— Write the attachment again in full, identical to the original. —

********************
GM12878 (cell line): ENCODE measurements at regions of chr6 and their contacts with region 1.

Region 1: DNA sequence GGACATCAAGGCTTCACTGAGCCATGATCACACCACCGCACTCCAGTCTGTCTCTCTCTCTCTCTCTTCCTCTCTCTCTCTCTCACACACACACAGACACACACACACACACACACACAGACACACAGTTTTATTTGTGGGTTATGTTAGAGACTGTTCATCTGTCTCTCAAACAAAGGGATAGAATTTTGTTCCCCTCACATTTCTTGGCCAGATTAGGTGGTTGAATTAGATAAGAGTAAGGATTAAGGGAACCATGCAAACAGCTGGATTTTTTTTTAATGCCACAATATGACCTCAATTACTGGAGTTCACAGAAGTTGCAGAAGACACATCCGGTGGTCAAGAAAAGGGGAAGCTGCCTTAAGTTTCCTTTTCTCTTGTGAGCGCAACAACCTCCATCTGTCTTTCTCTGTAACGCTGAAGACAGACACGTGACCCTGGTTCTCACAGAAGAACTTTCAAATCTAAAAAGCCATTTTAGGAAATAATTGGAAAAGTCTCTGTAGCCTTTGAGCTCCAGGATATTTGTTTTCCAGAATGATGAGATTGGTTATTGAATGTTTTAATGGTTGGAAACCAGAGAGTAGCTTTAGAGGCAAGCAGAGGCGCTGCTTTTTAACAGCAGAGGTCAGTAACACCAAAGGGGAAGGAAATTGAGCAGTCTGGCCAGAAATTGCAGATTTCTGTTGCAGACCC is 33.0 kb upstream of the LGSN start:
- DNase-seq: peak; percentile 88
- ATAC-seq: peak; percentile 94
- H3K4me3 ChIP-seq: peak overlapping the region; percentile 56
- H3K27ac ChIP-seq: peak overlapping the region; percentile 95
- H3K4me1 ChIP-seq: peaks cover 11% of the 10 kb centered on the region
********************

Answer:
GM12878 (cell line): ENCODE measurements at regions of chr6 and their contacts with region 1.

Region 1: DNA sequence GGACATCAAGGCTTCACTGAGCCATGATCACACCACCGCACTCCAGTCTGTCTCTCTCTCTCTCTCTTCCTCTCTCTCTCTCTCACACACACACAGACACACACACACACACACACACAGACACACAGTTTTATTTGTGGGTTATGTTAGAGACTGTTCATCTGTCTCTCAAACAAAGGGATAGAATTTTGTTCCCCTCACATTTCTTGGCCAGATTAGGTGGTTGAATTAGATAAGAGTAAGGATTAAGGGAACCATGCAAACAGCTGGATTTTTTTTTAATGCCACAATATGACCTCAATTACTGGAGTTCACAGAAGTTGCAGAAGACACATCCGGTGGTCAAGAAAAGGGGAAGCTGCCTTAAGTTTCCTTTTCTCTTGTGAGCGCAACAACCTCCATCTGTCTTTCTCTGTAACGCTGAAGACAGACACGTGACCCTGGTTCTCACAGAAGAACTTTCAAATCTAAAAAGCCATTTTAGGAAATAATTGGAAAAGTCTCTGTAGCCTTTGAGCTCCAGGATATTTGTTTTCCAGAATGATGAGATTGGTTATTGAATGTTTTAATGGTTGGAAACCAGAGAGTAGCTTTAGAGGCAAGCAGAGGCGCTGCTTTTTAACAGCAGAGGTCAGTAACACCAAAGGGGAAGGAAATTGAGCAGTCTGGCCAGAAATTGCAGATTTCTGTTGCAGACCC is 33.0 kb upstream of the LGSN start:
- DNase-seq: peak; percentile 88
- ATAC-seq: peak; percentile 94
- H3K4me3 ChIP-seq: peak overlapping the region; percentile 56
- H3K27ac ChIP-seq: peak overlapping the region; percentile 95
- H3K4me1 ChIP-seq: peaks cover 11% of the 10 kb centered on the region